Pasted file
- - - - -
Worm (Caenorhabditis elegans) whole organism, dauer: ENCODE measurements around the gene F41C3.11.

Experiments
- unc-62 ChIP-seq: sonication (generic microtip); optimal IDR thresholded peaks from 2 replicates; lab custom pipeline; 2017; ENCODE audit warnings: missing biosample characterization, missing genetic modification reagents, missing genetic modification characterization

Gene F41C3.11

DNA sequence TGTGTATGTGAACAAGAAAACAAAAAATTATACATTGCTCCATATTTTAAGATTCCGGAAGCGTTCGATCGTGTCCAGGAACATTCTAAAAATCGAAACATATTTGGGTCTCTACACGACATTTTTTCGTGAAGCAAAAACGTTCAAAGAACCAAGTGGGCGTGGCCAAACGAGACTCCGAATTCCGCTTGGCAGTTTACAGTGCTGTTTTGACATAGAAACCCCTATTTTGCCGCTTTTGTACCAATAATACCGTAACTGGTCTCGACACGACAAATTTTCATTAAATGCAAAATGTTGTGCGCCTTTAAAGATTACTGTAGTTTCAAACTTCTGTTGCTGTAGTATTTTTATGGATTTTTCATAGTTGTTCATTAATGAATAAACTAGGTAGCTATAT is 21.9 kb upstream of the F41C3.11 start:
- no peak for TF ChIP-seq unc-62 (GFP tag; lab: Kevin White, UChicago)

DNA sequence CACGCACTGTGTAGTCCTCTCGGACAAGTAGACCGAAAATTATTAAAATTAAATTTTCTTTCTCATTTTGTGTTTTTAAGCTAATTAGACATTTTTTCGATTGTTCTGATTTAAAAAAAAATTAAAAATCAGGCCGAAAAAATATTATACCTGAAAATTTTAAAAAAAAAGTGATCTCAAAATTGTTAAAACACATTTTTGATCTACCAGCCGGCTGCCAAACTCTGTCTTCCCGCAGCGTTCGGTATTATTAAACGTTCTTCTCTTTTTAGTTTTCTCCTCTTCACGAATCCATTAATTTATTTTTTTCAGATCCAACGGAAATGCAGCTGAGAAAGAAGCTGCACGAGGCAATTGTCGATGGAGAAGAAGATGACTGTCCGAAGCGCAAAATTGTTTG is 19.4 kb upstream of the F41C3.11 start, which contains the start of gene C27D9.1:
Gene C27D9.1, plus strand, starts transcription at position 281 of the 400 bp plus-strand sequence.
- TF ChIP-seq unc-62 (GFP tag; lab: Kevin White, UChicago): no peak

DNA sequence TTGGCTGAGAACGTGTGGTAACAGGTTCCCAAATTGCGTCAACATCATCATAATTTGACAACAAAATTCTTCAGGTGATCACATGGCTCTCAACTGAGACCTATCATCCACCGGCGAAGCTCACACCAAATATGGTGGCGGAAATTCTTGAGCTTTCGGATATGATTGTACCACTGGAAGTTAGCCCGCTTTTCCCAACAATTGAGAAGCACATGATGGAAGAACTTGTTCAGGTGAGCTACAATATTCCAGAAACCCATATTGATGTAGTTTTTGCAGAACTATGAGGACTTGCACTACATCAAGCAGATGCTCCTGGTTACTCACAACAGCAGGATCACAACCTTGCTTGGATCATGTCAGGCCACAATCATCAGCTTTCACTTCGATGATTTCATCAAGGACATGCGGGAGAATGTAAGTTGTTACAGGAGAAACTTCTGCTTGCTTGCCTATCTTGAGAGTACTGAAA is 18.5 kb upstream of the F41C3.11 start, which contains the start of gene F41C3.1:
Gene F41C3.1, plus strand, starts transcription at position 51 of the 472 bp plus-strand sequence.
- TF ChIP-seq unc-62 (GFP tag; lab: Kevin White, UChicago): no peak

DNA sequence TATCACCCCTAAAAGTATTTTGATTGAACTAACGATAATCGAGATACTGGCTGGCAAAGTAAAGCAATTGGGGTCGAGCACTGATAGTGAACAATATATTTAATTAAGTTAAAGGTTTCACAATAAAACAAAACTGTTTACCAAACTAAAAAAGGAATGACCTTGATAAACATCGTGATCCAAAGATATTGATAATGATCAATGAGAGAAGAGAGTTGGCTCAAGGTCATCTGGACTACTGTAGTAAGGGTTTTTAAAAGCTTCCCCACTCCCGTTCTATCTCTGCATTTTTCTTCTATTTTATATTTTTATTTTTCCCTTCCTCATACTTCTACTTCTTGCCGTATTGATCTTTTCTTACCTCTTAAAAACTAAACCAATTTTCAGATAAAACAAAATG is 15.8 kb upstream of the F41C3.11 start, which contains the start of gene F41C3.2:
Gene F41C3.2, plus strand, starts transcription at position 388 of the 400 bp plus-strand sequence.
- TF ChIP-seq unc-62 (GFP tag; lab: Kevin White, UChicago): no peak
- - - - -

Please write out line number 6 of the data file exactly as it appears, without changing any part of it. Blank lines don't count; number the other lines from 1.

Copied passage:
- no peak for TF ChIP-seq unc-62 (GFP tag; lab: Kevin White, UChicago)